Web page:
Fielding is a satirist and the revelation of hypocrisy in his characters is often comic (though the underlying seriousness of his view makes the amusement “never quite that of the merely amiable comedy” (Crane, 1952, p.638)). Bridget Allworthy, for example, conceals her own disappointment about being seen as an old maid with a hypocritical denunciation of the physical charms of a young woman, which she “very rightly conceived … to be no better than snares for herself, as well as for others” (Fielding, 1966, p. 54). The real reason for her generosity to the foundling Tom has to be disguised hypocritically behind the “correct” abhorrence of sexual immorality. She will attend to Tom because it is her brother’s curious wish; “For her part, she could not help thinking it was an encouragement to vice” (61), and she denounces the fictional mother as “an impudent slut, a wanton hussy, an audacious harlot, a wicked jade” (60) and so on, all in an elaborate charade to conceal the truth of her own moral lapse. It is an example of what Price calls “the ways in which selfishness finds refuge in forms” (Price, 300); all the forms for the denunciation of sexual vice are ready at hand – the language, the attitudes, the judgments, the behavior – and it is easy for the hypocrite to borrow them. It needs more than the perceptiveness of an Allworthy to see through them.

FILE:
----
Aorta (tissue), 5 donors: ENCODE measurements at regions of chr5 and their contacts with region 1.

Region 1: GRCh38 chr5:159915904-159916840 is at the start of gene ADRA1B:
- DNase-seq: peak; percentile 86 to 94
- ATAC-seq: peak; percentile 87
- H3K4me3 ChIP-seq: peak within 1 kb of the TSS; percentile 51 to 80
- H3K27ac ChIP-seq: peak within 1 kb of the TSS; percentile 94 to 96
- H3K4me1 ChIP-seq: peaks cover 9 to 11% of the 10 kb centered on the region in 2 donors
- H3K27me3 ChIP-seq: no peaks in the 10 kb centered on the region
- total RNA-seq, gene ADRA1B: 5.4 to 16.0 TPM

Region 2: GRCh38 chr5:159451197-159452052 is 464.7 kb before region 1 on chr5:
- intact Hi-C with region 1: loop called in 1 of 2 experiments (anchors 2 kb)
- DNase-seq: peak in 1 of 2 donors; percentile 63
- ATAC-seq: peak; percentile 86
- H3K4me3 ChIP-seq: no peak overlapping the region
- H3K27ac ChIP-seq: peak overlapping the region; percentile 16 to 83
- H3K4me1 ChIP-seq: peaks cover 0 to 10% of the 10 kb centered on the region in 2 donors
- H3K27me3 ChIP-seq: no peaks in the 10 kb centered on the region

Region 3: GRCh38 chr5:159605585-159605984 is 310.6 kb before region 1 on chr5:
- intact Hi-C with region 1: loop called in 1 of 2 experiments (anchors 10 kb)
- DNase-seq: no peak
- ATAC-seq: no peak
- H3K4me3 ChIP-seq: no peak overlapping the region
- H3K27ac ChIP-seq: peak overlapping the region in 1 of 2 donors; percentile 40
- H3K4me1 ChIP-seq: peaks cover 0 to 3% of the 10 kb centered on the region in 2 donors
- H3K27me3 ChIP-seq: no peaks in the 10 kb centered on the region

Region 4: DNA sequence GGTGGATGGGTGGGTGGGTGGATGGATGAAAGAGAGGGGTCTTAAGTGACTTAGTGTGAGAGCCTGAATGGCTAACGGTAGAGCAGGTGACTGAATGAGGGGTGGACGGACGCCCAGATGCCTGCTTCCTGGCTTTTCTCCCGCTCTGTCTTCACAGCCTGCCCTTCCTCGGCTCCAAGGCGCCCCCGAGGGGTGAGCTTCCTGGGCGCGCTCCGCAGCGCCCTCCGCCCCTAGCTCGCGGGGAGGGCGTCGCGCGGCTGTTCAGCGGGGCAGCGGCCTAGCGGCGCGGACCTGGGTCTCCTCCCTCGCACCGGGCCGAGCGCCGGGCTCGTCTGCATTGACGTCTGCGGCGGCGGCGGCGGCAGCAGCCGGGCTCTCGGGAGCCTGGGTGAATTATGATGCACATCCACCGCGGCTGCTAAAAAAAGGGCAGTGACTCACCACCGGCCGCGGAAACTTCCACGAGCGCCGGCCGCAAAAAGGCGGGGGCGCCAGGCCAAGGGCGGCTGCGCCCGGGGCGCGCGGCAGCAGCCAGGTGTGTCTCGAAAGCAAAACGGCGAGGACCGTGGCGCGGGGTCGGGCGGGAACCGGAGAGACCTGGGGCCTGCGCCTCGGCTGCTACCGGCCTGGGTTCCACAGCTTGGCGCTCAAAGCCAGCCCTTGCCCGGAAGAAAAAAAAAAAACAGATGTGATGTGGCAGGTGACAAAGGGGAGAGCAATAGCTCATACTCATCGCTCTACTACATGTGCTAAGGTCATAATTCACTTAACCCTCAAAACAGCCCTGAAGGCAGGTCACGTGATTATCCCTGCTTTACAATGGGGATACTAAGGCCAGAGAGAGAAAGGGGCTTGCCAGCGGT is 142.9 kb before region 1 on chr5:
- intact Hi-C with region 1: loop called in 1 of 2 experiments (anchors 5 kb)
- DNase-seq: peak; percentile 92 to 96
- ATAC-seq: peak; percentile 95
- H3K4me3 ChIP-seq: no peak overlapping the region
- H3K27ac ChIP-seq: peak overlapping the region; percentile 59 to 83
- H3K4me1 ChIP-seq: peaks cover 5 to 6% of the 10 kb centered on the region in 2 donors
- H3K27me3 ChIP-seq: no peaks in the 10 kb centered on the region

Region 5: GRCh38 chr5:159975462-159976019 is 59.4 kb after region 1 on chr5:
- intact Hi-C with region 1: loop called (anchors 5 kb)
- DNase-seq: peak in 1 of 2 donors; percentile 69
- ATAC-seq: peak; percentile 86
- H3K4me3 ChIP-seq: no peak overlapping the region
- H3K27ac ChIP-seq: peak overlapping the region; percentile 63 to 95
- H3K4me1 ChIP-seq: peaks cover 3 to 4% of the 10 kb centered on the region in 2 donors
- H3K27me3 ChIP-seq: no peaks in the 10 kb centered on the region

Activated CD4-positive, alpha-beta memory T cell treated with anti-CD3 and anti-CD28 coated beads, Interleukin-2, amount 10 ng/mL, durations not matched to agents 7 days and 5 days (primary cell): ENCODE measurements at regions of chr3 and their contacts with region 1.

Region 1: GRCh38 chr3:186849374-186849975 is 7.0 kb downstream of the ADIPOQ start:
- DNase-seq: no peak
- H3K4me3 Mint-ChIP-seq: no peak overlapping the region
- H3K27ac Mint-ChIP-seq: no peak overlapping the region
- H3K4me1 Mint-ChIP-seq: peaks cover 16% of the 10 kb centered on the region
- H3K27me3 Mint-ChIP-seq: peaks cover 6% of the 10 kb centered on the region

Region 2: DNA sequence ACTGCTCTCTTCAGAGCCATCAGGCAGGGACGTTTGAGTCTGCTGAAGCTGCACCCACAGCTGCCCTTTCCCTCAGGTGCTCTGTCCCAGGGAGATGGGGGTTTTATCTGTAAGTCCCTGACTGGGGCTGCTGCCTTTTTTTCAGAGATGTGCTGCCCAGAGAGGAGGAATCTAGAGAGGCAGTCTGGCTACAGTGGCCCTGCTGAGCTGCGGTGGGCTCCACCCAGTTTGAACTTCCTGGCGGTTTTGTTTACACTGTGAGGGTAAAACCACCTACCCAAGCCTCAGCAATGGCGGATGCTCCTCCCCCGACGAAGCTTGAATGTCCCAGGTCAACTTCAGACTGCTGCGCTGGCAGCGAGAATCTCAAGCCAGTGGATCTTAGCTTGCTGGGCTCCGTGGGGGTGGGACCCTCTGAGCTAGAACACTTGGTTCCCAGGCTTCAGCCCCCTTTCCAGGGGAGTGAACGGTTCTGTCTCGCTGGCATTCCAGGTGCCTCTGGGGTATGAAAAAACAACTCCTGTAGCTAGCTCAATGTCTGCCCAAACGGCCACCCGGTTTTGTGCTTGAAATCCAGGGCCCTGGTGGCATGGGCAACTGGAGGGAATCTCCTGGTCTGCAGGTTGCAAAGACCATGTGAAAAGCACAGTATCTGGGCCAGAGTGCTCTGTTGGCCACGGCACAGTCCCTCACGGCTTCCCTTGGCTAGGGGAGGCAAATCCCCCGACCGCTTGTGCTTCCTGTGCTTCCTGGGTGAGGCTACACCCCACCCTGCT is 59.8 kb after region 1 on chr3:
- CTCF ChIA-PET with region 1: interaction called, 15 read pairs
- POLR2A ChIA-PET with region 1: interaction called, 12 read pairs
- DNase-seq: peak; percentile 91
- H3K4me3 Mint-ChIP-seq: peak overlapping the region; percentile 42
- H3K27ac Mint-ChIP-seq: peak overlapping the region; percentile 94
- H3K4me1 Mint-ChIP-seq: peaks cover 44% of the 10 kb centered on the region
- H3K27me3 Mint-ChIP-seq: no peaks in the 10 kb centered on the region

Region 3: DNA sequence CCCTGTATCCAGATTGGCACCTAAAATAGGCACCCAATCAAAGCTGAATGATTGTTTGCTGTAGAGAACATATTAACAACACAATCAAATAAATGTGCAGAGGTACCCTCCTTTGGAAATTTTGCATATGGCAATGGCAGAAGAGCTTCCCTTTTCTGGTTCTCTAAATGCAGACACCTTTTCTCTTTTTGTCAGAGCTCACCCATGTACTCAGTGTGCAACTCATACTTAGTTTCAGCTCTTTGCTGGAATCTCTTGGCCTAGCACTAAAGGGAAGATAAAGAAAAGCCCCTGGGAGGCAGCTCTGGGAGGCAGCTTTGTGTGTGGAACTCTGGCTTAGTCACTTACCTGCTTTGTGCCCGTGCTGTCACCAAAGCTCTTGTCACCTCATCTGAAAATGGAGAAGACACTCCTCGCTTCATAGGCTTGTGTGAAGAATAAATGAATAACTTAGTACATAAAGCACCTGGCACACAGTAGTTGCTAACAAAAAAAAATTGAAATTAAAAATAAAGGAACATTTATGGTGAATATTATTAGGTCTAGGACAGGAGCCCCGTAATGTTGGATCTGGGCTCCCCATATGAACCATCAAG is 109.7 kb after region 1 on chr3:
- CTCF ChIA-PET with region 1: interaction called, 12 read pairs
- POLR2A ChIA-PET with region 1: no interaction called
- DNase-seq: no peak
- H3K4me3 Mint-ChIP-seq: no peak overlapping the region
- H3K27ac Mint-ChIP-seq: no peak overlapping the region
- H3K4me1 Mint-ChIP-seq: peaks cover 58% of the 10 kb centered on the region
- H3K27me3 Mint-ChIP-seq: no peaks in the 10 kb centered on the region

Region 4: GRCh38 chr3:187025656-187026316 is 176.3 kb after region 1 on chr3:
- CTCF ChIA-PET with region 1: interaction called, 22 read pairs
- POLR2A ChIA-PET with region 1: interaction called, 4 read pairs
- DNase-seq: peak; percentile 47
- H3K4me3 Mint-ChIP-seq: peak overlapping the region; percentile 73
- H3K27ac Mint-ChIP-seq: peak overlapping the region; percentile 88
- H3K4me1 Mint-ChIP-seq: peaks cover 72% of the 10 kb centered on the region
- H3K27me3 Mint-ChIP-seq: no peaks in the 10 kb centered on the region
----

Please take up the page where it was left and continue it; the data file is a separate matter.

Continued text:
Allworthy’s simplicity similarly gives him no insight into Captain Blifil’s attack on the infant Jones, which Fielding tells us is motivated by jealousy. Captain Blifil argues that the nurturing of “the fruits of sin” (89) is against scriptural direction and contrary to the preferences of law and the Church. Again forms are adopted by the hypocrite, whose only real concern is for the exclusive welfare of his own child (meaning eventually an inheritance). But it is his son who shows the greatest skill in manipulating society’s forms in his own interest. While Jones as a child has been convicted of “robbing an orchard” (123), Blifil is a model of seriousness and restraint. “He was indeed, a lad of a remarkable disposition; sober, discreet, and pious beyond his age; qualities which gained him the love of everyone who knew him” (123). It is the last part of the sentence that is most remarkable. The hypocrite is given a charter to thrive in the world Fielding explores. Tom refuses to betray George the gamekeeper, and endures Thwackum’s punishment, feeling anxiety only “lest his constancy should fail him, and he should be brought to betray the gamekeeper” (126). Blifil’s malignant hatred for Jones finds an opportunity to inform on him in the guise of moral indignation. Blifil has abused Jones as “a beggarly bastard” (131), and Jones’s physical retaliation gives Blifil the chance to betray him. He declares that he would never lie like Jones, announcing that “he confessed it to me, that black George the gamekeeper was there” (132). Jones’s appeal to Allworthy not to punish George’s family “as he himself only had been guilty” (132) saves his standing with his guardian, but no one questions the actions of Blifil, so well disguised are they as moral rectitude.